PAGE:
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#Gastroenterology #Hepatology #Multispeciality
The etiology of Indian childhood cirrhosis (ICC) is not clear and is considered difficult to treat. However, a formulation that combines Capparis spinosa, Cichorium intybus, Solanum nigrum, Terminalia arjuna, Cassia occidentalis, Achillea millefolium, Tamarix gallica has shown beneficial effects in the management of ICC.
One such double blind study depicting the promising effects of the formulation enrolled 16 children with ICC. They were randomized to receive either the herbal formulation (9 children) or placebo (7 children). All children were further evaluated for liver functions tests, complete urine examination, especially for bile salts and pigments, liver biopsy for histopathological confirmation, and were followed-up for 5 consecutive weeks.
The results reported relief in symptoms, like distension of abdomen, fever, anorexia, weight loss in children who were administered with the herbal formulation, in comparison to children treated with placebo. In addition, improvement in biochemical abnormalities such as SGOT (Herbal group: 95 versus 70; Controls: 90 versus 100), SGPT (110.5 versus 75; 110 versus 130), albumin (Herbal group:3.2 versus 3.6; Controls:3.4 versus 3.0), globulin ratio (Herbal group:3.4 versus 3.1; Controls:3.4 versus 4.0) and alkaline phosphatase (Herbal group:11.4 versus 6.5; Controls: 12 versus 13) was observed in the herbal formulation group in contrast to control group.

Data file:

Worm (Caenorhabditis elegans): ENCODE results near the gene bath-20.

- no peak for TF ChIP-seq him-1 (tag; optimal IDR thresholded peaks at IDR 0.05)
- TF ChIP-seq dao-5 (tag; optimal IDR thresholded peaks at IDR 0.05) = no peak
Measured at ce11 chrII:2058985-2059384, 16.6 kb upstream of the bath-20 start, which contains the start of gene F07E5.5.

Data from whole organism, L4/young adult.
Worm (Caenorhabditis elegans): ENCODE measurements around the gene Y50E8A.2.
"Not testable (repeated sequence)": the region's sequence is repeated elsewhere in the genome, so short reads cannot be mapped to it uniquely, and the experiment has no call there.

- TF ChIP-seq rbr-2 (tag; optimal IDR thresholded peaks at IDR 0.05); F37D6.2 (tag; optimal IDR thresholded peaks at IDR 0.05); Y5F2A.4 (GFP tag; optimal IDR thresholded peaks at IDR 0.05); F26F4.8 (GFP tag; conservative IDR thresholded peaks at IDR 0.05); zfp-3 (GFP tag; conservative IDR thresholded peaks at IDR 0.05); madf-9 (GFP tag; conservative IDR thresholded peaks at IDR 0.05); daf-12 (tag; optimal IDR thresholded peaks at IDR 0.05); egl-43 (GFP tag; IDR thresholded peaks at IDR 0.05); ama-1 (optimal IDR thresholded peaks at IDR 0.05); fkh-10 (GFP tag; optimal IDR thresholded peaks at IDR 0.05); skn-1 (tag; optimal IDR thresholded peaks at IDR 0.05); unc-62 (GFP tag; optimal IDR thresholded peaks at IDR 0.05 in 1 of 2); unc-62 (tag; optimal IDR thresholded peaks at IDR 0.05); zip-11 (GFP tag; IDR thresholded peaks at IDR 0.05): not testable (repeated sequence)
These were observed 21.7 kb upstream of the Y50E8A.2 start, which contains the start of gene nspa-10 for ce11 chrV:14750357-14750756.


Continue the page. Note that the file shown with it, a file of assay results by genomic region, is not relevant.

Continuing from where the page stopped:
Thus, based on the above results, it can be concluded that this herbal formulation can be a potent approach in relieving the symptoms and ameliorating biochemical abnormalities in children with ICC. Moreover, it can be postulated that this therapy could be more advantageous, if started at early stage in children suffering with ICC.
Source: Saxena S, Garg AK Jain A. Role of Liv.52 in management of Indian childhood cirrhosis. Current Medical Practice.1980;7(24):269.